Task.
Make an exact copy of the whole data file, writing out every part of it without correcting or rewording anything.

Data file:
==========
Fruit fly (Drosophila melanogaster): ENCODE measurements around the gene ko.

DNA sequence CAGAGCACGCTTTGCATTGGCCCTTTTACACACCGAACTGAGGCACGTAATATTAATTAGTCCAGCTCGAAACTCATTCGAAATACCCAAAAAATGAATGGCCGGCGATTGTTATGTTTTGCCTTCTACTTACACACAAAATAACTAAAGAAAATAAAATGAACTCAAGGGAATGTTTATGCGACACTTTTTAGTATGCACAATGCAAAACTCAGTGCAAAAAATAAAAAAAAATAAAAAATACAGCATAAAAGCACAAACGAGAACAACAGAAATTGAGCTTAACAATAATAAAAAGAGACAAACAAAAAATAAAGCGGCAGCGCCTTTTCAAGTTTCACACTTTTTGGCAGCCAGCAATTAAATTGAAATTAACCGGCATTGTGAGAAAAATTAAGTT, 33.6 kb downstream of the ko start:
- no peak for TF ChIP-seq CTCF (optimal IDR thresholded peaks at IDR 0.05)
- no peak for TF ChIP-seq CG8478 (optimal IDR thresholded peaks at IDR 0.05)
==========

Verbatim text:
Fruit fly (Drosophila melanogaster): ENCODE measurements around the gene ko.

DNA sequence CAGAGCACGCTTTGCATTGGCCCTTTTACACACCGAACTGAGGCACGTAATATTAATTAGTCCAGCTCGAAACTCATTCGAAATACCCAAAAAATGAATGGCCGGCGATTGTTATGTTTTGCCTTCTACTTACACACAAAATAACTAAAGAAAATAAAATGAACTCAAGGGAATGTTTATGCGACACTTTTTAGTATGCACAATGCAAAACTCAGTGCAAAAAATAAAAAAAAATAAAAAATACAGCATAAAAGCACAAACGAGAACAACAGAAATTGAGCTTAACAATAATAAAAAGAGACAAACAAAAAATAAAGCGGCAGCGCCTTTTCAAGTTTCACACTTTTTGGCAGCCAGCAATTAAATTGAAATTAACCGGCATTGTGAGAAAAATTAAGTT, 33.6 kb downstream of the ko start:
- no peak for TF ChIP-seq CTCF (optimal IDR thresholded peaks at IDR 0.05)
- no peak for TF ChIP-seq CG8478 (optimal IDR thresholded peaks at IDR 0.05)